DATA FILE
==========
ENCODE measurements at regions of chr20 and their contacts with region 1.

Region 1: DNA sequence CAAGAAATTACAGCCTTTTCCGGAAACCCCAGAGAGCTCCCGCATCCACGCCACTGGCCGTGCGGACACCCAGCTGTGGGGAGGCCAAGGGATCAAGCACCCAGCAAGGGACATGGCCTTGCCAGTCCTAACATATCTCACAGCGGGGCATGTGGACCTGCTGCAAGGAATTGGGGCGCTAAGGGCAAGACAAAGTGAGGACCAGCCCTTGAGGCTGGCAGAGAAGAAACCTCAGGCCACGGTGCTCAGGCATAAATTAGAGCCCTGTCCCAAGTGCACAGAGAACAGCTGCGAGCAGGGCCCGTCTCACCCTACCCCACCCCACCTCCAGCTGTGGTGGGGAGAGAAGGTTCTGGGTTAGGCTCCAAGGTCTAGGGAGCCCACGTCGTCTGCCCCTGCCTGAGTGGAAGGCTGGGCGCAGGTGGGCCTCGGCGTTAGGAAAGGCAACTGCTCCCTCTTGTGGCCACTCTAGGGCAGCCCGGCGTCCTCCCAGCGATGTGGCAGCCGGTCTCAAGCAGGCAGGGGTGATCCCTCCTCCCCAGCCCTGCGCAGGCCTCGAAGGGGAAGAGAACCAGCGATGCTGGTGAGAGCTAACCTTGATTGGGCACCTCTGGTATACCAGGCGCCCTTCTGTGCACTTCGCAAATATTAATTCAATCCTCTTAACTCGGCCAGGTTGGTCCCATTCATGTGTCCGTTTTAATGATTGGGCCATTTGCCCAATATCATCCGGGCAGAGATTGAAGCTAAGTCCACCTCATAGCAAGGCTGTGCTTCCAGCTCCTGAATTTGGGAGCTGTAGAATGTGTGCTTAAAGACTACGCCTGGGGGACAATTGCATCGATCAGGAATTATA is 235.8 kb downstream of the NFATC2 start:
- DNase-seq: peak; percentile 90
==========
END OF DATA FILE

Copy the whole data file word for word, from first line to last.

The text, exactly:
ENCODE measurements at regions of chr20 and their contacts with region 1.

Region 1: DNA sequence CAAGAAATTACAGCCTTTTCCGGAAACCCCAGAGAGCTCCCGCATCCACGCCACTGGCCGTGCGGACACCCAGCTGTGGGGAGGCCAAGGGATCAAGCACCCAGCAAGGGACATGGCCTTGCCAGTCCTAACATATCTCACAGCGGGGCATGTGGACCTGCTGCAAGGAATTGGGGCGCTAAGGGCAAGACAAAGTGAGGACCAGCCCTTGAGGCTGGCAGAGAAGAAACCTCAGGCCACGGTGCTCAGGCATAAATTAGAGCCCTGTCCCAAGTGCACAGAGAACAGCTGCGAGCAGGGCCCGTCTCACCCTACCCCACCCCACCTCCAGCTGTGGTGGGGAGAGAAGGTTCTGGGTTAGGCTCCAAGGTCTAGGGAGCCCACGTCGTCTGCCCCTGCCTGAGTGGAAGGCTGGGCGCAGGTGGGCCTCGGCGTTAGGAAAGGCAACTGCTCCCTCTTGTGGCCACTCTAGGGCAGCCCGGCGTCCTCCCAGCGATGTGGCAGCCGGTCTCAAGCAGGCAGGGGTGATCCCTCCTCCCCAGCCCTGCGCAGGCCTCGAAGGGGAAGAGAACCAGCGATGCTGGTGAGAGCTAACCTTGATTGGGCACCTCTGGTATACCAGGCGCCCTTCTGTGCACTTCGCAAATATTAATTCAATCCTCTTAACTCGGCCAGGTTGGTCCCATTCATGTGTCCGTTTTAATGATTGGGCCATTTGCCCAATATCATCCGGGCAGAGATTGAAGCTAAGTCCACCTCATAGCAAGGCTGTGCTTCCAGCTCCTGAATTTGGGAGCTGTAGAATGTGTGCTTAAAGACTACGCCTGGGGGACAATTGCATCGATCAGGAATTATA is 235.8 kb downstream of the NFATC2 start:
- DNase-seq: peak; percentile 90